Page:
Giulia Galli

Marveling at materials through in-silico lenses

November 13th, 2019 | 4:15pm | Forum Rolex

Materials are enablers of innovation in science and technology and have brought about revolutionary changes to society: familiar examples are the materials used in transistors and in batteries that have become omnipresent in our daily lives.

In this Campus Lecture — also a MARVEL Distinguished Lecture — Giulia Galli will tell an atomic-level story of how we can predict and design materials for next generation technologies, by combining theories based on quantum mechanics, software running on high performance computers and ever-growing amounts of data. 

They aim to tackle two outstanding challenges: designing sustainable materials to efficiently capture solar energy and enable technologies deployable in both developed and developing countries, and inventing materials to build radically novel sensors and computers, to move in earnest into the quantum information age.

Giulia Galli is the Liew Family professor of Electronic Structure and Simulations in the Pritzker School of  Molecular Engineering and Professor of Chemistry at the University of Chicago. She also holds a Senior Scientist position at Argonne National Laboratory, where she is the director the Midwest Integrated Center for Computational Materials.  Prior to joining UChicago, she was Professor of Chemistry and Physics at UC Davis (2005-2013) and the head of the Quantum Simulations group at the Lawrence Livermore National Laboratory (LLNL, 1998-2005). She holds a Ph.D. in Physics from the International School of Advanced Studies in Italy.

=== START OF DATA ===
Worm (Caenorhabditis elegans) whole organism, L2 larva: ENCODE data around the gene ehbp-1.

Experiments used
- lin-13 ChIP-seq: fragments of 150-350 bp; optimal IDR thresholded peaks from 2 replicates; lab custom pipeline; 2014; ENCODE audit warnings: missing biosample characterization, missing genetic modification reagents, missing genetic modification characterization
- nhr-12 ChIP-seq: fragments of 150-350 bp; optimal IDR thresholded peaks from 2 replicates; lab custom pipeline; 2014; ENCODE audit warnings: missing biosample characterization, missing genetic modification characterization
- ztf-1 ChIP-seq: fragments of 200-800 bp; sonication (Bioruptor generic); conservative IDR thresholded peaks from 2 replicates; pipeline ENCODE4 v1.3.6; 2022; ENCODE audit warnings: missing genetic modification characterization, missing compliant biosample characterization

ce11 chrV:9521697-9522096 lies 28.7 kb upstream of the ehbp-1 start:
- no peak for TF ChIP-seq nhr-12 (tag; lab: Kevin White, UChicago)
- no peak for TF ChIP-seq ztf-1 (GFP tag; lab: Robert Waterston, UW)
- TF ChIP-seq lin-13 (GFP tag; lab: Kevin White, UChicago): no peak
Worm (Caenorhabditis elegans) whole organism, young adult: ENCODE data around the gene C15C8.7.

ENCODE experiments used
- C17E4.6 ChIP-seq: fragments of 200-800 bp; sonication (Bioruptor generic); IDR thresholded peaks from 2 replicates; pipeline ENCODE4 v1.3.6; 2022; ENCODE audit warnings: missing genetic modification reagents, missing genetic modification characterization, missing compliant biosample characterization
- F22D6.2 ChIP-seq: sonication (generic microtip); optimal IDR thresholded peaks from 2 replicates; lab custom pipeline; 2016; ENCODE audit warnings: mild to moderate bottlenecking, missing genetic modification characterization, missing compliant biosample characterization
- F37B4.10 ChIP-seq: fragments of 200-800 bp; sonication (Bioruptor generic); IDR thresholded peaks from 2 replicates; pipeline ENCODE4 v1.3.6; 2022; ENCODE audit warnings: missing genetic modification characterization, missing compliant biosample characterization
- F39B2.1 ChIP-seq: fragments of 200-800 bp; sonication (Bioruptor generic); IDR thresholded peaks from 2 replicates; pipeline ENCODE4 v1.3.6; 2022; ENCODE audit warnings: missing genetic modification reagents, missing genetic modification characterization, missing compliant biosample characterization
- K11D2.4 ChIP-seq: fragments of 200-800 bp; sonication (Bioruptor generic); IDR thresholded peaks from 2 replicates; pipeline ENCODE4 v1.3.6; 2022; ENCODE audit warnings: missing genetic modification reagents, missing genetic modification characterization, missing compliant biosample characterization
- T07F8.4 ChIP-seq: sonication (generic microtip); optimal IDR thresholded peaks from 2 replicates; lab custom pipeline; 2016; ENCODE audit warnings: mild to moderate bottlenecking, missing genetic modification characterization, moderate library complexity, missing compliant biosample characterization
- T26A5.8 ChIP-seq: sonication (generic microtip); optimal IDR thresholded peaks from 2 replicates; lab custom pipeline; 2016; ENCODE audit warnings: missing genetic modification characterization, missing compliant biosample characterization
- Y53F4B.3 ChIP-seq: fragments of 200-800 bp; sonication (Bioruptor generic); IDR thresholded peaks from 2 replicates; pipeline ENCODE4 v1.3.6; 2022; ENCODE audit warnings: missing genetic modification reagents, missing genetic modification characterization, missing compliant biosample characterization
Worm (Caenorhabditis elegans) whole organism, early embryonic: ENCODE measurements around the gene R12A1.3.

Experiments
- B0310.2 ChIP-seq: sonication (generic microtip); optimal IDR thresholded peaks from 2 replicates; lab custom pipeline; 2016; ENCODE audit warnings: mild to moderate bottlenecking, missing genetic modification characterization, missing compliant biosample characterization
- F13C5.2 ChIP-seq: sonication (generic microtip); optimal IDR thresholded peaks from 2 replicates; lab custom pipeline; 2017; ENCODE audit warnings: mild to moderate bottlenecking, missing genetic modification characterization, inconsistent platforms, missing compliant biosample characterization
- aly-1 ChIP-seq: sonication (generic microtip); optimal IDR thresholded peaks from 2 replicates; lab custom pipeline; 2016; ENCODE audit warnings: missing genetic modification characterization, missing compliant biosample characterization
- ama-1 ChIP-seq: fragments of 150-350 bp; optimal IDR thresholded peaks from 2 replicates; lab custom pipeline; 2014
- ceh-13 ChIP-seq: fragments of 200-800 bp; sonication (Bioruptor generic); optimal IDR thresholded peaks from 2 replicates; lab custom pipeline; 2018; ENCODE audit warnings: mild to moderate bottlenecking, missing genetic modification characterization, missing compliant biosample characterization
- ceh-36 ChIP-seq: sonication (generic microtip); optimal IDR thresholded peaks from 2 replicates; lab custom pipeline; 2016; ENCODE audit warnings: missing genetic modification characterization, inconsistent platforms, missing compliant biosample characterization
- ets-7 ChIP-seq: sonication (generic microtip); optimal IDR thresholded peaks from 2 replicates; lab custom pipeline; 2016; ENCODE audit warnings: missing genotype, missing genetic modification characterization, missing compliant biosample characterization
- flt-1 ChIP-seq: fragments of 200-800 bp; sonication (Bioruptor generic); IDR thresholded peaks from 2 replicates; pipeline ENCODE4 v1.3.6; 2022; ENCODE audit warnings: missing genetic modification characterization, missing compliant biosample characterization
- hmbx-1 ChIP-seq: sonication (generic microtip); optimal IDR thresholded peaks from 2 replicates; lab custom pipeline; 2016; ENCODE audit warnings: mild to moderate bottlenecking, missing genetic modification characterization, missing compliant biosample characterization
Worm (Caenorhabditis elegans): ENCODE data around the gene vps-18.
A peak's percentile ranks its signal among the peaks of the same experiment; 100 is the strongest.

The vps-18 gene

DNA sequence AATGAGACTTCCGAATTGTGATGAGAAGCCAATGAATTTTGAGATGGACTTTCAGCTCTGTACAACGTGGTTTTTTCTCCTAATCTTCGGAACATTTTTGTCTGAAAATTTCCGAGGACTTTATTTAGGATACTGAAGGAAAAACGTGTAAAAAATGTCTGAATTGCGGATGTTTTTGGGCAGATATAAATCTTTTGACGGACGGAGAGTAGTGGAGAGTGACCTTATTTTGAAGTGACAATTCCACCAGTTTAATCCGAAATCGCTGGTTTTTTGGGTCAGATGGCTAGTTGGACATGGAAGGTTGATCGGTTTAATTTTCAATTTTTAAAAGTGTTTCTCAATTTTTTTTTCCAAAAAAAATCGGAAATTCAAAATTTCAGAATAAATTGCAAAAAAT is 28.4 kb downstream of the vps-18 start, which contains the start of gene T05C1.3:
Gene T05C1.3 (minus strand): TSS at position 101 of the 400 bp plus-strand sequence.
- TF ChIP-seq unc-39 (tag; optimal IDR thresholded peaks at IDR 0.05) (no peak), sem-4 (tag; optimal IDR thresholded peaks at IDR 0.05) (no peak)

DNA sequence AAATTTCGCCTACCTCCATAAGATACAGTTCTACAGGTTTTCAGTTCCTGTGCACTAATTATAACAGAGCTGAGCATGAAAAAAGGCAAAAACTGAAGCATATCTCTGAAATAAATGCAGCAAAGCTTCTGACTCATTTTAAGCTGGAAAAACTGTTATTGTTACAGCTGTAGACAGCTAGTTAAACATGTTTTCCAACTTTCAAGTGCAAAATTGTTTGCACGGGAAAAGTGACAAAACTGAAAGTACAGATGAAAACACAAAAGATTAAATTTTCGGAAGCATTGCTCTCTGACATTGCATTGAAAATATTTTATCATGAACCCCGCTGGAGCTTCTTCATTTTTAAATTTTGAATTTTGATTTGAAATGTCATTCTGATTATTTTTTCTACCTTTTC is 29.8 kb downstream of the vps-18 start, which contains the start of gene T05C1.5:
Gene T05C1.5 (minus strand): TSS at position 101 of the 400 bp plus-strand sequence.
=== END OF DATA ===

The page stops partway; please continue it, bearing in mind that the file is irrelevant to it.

She is a Fellow of the American Physical Society (APS) and American Association for the Advancement of Science. She is the recipient of numerous awards, including the LLNL Science and Technology Award, the US Department of Energy Award of Excellence, the Materials Research Society Theory Award, the APS David Adler Lectureship in Materials Physics, the Feynman Nanotechnology Prize in Theory, the medal of the Schola Physica Romana and the Tomassoni-Chisesi award by the Sapienza University of Rome.